The land that once formed the late antique Roman province of Epirus Vetus now straddles the border between Albania and Greece, a volatile area whose history since the Second World War has meant that modern political boundaries rather than those of antiquity have defined its study.
In this readable, well illustrated account, William Bowden reassesses the archaeological evidence from the fourth to the seventh century AD, when the area changed from a Roman province to a distant region beyond the limits of the empire, using the data to construct a model of the changing social structures that underlay this important transition. His analysis reveals that these changes were not gradual transformations but rather a series of sharply defined discontinuities, and suggests that these processes resulted in a more fragmented society, in which groups coalesced around individuals rather than concepts of town or state.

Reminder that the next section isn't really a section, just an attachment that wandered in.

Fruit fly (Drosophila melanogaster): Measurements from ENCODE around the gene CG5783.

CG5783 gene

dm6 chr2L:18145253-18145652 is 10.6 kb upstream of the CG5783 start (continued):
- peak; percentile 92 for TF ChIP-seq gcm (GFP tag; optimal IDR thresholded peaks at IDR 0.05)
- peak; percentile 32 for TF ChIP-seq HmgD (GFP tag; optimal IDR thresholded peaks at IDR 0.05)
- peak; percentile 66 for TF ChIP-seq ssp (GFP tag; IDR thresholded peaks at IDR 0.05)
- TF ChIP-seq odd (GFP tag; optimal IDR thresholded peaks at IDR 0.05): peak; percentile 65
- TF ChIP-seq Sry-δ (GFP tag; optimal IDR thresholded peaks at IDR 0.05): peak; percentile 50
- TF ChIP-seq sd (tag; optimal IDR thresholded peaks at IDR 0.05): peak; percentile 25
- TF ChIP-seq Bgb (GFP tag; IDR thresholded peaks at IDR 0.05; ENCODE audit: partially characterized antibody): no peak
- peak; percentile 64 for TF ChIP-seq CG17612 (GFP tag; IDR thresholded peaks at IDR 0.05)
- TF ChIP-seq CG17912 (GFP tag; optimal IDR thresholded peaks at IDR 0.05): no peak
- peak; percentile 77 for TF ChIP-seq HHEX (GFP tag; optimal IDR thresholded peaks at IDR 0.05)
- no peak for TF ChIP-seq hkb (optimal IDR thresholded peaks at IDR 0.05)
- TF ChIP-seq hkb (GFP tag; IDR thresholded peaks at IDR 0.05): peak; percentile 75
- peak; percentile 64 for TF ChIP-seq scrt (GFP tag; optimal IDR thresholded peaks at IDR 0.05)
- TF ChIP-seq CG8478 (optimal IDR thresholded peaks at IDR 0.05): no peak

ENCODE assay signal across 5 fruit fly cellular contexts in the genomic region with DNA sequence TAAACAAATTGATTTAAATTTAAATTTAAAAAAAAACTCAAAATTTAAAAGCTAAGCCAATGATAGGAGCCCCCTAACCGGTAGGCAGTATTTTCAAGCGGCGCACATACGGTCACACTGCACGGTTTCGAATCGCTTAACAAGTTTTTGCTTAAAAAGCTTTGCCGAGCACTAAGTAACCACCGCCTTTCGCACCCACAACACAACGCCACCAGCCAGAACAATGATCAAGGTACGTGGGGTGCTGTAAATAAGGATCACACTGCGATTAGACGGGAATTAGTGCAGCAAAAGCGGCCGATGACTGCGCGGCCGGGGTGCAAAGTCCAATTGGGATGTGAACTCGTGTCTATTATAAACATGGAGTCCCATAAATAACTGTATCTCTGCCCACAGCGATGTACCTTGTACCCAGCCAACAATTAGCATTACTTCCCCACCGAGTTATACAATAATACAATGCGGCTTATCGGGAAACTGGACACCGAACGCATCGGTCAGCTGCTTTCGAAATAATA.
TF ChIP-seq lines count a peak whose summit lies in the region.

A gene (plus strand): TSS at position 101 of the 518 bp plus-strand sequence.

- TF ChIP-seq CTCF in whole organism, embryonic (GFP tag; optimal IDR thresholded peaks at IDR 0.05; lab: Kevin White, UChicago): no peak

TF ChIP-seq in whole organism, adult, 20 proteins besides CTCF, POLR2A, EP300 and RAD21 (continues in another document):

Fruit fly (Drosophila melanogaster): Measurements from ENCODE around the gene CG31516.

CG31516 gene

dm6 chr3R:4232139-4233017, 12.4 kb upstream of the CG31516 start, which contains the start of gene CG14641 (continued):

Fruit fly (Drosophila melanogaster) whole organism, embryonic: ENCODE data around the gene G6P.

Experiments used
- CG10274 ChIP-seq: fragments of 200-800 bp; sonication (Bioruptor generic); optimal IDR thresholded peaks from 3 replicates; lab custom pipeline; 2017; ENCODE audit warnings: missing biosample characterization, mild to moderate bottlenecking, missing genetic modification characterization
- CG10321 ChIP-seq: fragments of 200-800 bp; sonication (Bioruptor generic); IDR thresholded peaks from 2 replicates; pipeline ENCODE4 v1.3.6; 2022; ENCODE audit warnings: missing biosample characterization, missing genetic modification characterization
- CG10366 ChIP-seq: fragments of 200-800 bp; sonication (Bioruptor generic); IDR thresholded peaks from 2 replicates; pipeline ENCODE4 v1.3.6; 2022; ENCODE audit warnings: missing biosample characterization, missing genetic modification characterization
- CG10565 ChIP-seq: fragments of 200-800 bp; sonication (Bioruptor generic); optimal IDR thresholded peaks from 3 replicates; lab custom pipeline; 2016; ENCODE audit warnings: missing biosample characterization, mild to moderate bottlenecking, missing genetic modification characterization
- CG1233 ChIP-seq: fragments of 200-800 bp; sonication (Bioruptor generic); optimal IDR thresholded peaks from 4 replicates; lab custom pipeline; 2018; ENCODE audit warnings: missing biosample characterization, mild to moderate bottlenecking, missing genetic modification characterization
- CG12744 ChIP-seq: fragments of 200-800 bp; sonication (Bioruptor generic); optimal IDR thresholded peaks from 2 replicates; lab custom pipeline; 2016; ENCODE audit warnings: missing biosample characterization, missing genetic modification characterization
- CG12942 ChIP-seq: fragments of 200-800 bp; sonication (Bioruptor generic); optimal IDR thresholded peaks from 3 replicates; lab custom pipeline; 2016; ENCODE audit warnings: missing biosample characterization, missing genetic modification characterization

The book also examines the controversial issue of Slavic settlement in the area in the immediate post-Roman period, a subject that even today remains dominated by the questions of nationalism and ethnic identity that have recently had such tragic consequences in the Balkans.
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